It won't help anyone in need today but Metro riders in search of a restroom will find relief this summer at Huntington Station.
Metro directors gave their initial approval yesterday to the testing of a self-cleaning toilet at the last Virginia station on the Yellow Line. It's called the Galaxy, and it seems appropriately space-age: a shiny silver exterior with an interior that automatically flushes and dispenses soap, paper and water. A chemical wash cleans the toilet after every use and the floor after every 30 uses.
If the full Metro board approves, the toilet will be placed in the north mezzanine section of the station, within view of the station manager and available to passengers who have paid a fare.
Metro managers plan to test the toilet for one year at a cost of $66,500, measuring the number of people who use it and whether it attracts additional riders to Huntington. Huntington was chosen because it's a terminal station used by many commuters who drive farther than most to reach the station and then face a long subway ride into Washington, Metro officials said.
"It's one of those small things, but it does appear to have touched a nerve out there in the public," said T. Dana Kauffman, who represents Fairfax County on the Metro board and proposed the experiment.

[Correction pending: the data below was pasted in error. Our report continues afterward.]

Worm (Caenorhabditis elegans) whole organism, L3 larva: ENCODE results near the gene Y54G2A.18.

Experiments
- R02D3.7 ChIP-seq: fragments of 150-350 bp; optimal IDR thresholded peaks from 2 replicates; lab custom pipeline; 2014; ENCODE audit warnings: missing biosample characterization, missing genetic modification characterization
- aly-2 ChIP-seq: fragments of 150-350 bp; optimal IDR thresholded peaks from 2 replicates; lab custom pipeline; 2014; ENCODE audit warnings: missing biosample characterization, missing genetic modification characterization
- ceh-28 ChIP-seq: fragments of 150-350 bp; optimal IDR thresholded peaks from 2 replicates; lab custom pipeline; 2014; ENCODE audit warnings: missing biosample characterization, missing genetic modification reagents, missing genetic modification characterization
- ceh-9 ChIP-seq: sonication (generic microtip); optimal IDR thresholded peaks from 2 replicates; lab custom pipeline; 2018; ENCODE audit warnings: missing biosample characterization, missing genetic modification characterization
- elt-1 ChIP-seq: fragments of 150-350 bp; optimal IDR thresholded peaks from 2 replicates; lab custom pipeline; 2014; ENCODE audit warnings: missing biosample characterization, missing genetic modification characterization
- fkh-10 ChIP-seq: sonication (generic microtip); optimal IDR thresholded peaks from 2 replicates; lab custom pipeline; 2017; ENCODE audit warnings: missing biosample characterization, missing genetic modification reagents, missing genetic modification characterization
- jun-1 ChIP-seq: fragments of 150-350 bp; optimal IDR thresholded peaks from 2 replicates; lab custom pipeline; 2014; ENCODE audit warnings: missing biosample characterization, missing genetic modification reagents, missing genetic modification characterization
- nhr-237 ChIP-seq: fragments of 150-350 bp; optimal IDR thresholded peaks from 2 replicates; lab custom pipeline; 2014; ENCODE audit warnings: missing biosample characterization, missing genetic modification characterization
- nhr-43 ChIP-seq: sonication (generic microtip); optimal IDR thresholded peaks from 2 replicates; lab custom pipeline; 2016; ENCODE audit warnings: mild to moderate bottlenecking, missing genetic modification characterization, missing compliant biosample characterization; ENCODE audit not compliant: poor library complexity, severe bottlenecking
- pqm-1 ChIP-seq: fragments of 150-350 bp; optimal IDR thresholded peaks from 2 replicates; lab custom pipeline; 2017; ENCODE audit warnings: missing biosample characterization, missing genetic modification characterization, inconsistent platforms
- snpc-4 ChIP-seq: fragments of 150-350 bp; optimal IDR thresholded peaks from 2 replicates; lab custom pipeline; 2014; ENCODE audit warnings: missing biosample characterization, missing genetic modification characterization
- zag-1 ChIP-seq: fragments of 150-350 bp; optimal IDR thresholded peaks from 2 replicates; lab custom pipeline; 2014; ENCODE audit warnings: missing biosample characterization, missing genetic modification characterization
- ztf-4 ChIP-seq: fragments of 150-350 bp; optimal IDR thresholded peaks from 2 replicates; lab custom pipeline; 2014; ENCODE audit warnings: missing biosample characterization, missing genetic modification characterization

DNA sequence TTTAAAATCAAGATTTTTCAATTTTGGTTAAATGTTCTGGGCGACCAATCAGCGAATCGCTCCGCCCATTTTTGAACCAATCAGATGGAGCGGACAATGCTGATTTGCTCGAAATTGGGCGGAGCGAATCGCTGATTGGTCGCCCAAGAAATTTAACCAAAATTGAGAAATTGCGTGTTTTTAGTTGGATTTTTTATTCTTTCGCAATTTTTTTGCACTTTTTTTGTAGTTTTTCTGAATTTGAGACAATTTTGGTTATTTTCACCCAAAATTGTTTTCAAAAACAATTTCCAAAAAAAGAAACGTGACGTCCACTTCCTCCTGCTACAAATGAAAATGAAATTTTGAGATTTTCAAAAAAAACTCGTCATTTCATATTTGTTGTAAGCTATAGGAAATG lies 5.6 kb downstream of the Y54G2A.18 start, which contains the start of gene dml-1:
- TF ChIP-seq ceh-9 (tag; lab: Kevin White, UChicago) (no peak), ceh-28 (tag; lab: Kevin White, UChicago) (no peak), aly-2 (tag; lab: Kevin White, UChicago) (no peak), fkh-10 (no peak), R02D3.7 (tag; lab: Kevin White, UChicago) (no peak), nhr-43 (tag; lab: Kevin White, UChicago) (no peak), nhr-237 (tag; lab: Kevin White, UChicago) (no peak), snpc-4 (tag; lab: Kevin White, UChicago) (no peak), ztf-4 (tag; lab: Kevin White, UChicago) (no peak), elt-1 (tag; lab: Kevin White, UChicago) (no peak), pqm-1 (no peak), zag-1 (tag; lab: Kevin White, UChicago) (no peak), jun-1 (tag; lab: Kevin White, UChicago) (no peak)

Carlton Sickles, who represents Montgomery County, said he has experienced the need for restrooms firsthand. "I'm 81 years old, and my senior moment is 'Where's the next bathroom?' " he said. "When you have a heart condition and you take diuretics, it makes it even worse. It's a real problem as the population ages."
Every Metro station has at least two restrooms, one for each sex. They are usually near the station manager's kiosk, off a hallway behind a locked door. They are spacious and clean, equipped with multiple stalls, plenty of soap and neatly stacked paper towels.
Metro policy requires station managers to make the restrooms available to any passenger who is having an emergency, has small children or is elderly or disabled. But riders say station managers rarely admit them into restrooms.
Kauffman said he was convinced of the need for restroom access by Robert Brubaker, a retired computer manager from Fairfax who has been lobbying Metro for a year to make its restrooms more available to passengers. Brubaker has created a Web site, metroped.org/Restroom/Home.htm, formed a group called the Public Restrooms Initiative and become a darling of the bladder-challenged community, collecting speaking invitations before groups such as the National Association for Continence.
"This is great that they're going ahead with the self-cleaning toilet, but in the interim, I'd like them to open the toilets they have," Brubaker said yesterday. "It's not clear why they want to go with this more expensive solution."
James Gallagher, Metro's deputy general manager for operations, said the existing restrooms in Metro stations were not built for use by the general public. Transit Police Chief Polly Hanson has objected to opening them to the public, saying they would create a haven for criminals and illegal activity.